Foreign workers are back, but obstacles still exist – Sheridan Media


This story first appeared on Cowboy State Daily.

By Wendy Corr, Cowboy State Daily

After two difficult years for the hospitality industry, the summer of 2022 should be somewhat “normal” for Wyoming’s tourism industry.

But the industry continues to be hampered by a lack of workers, making foreign workers more important than ever to the industry.

Fortunately, more and more doors are opening to employers who hire foreign staff.

“With the visa process reopening, allowing more workers to be able to work, we are able to see fewer job openings as they are filled,” said Morryah McCurdy, vice president of business development for Advance Casper, the city’s economic development arm. “We definitely use them in any capacity they legally can.”

There are primarily two types of work visas used by foreign workers and their potential employers in the Wyoming tourism industry: “J1” visas, which are applied for and paid for by students and workers seeking a experience abroad ; and “H2B” visas, which employers pay for and arrange on their own.

“In 2020 we didn’t have visas because of the pandemic,” said Tina Hoebelheinrich, executive director of the Cody Country Chamber of Commerce. “So that just wasn’t a possibility. And the challenge last year, in 2021, was that many of our US embassies still had restricted hours or weren’t open to the public. And the one of the visa work program requirements is that they have an in-country interview at a US consulate.

This year, Hoebelheinrich told the Cowboy State Daily, there are fewer hurdles — but the federal government is filing an unprecedented number of applications for foreign worker visas.

“The good news is that sooner than ever, the Biden administration released an additional H2B and J1 visa quota,” she said. “But you know, the truth is, that still won’t be enough.”

In communities like Cody, which is located near the eastern entrance to Yellowstone National Park, foreign workers are essential to businesses, especially in the hospitality industry.

“(Without the foreign workers), we would have had to close a bunch of rooms,” said Bill Garlow, owner of the two Best Western hotels in Cody. “Our crude would dip, it would really drop. We have maybe 8 or 10 who are local, who live in Cody and work all winter when the H2B’s aren’t there, so we can keep part of the hotel open. But (without them) we would probably be closed for the whole summer. We couldn’t function without them.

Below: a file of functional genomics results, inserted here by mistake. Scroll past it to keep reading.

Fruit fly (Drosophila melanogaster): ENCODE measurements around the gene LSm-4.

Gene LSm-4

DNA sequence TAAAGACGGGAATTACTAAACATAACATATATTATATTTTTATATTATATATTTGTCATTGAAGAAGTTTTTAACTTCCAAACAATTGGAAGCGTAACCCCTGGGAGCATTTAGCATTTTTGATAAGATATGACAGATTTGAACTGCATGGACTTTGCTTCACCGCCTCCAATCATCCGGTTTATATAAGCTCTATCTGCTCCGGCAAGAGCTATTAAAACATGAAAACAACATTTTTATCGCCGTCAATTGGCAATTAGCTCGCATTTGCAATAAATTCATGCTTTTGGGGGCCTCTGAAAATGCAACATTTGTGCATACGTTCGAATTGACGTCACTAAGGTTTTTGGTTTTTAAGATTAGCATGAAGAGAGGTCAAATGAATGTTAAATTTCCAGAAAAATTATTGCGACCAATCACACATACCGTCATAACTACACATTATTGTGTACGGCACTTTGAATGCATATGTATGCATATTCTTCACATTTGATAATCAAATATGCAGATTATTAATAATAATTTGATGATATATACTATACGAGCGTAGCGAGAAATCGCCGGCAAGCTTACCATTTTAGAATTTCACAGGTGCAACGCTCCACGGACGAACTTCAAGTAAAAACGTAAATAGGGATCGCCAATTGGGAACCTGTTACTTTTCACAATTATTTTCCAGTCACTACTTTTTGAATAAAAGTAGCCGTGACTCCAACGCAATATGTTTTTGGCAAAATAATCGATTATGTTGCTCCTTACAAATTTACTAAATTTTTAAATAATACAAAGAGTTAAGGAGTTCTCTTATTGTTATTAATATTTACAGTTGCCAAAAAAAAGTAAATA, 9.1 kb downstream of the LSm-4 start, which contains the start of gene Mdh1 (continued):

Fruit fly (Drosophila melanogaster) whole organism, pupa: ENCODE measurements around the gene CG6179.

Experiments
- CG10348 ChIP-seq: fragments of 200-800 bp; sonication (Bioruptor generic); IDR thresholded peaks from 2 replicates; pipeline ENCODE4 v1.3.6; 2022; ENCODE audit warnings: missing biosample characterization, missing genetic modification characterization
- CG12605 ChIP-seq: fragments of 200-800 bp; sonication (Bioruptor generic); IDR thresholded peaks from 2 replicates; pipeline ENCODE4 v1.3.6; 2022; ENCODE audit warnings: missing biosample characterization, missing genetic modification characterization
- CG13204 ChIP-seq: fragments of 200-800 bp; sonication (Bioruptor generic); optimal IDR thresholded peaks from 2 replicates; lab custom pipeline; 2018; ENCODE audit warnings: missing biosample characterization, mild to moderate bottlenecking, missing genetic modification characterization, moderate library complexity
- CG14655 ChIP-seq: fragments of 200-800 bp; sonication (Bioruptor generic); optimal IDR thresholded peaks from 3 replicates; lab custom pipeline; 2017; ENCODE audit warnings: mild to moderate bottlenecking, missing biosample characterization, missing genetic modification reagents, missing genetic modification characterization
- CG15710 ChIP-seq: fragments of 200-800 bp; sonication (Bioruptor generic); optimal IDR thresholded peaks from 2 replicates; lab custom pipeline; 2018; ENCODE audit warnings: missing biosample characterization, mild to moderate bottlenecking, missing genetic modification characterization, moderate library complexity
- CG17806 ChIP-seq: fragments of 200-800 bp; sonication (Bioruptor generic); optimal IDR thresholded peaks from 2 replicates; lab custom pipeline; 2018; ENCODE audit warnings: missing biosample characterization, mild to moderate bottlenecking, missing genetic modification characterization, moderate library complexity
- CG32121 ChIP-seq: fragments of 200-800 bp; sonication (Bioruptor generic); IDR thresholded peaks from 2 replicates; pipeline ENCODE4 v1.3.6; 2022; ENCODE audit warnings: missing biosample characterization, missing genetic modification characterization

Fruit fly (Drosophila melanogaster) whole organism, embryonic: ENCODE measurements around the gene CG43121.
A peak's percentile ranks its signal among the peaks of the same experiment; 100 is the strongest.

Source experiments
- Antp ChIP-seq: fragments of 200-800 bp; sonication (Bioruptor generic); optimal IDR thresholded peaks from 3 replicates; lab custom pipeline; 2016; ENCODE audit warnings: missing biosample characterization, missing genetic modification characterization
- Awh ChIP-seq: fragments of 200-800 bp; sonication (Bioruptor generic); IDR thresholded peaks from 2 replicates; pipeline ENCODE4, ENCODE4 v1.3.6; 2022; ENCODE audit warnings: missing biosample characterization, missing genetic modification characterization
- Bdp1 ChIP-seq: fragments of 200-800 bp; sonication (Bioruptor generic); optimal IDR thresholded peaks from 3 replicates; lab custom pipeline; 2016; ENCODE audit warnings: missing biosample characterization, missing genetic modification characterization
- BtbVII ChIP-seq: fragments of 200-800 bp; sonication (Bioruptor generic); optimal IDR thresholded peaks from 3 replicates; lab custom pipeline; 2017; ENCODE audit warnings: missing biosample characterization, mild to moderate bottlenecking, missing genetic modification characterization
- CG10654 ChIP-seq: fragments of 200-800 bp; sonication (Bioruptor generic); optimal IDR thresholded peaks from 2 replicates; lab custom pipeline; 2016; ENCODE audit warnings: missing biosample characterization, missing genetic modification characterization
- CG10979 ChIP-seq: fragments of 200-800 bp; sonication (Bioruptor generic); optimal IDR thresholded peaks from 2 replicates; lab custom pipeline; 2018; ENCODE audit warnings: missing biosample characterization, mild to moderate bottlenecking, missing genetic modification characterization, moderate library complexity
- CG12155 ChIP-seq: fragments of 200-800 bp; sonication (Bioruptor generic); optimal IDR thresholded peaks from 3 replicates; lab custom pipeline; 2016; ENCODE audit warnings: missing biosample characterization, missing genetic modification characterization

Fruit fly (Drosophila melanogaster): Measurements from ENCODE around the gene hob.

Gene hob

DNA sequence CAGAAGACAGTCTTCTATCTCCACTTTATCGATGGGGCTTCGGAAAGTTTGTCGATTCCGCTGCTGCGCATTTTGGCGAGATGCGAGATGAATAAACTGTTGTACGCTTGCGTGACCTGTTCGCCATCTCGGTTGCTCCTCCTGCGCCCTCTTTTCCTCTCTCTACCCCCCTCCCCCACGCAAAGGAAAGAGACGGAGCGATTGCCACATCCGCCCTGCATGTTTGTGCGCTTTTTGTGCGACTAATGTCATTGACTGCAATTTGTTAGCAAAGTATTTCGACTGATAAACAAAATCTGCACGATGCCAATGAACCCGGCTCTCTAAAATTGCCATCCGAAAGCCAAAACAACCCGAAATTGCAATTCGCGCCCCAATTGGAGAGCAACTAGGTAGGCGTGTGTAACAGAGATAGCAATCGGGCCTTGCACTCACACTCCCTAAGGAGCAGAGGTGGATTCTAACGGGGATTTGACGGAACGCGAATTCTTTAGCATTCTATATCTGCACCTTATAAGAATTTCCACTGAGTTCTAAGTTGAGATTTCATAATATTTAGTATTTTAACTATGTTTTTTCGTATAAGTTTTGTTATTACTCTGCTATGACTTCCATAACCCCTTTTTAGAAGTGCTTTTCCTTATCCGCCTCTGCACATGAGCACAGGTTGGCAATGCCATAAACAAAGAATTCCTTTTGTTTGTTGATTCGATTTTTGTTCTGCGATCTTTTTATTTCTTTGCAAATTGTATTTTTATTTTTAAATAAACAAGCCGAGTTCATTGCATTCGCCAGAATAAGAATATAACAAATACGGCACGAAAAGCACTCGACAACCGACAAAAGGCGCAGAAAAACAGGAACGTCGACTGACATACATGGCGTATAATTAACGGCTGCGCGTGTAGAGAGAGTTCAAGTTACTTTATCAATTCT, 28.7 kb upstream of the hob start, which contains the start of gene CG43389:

Garlow has owned and operated hotels in Cody for decades – his great-grandfather was town founder Buffalo Bill Cody. Garlow told the Cowboy State Daily that he had relied on Jamaican workers using the H2B visa process for many years, and when COVID began to impact overseas travel, it forced a shift in the hotel workforce.

“When we’re short like that, like in 2020, we’ve had a lot of overtime,” Garlow said. “This year we have an application for 40 workers, and I think we have about 11. But we’re pretty sure another application is going to be approved, which would bring another 17.”

Garlow explained that most Jamaican workers who come to Cody are returning employees.

“About 90% have already been here,” he said. “They’re great people and they work hard, and we really appreciate them.”

The two hotels in Garlow offer a total of 190 rooms – for small operators, like Brenda O’Shea and her husband, Mark, who own A Western Rose Motel, they only need two or three extra hands to operate their 24-room motel. But even that was a challenge.

“In the past we’ve usually worked with Chinese people because they can stay later, they can stay until the end of September,” Brenda told the Cowboy State Daily. “So once China was removed from the board, we opened it up, but there are only certain countries you can choose from.”

O’Shea said she hoped to hire four girls from Kazakhstan this summer, but she just learned that two of them had their visas refused and she is still waiting to hear from the other girls.

“Two of them have their visa appointments on May 12, and they have to be here on June 1,” O’Shea said, expressing frustration with the situation.

She said she had a few locals to help, but without the extra hands, O’Shea and her husband will be working many overtime hours themselves this summer.

“My husband is ready to drive to the border and pick people up,” she said. “I even contacted Senator Barrasso’s office and said, ‘Listen, I’ll take Ukrainians, I provide jobs and housing, it’s a beautiful city, it’s very safe.’ And their office said, “We’re not accepting refugees at the moment.”

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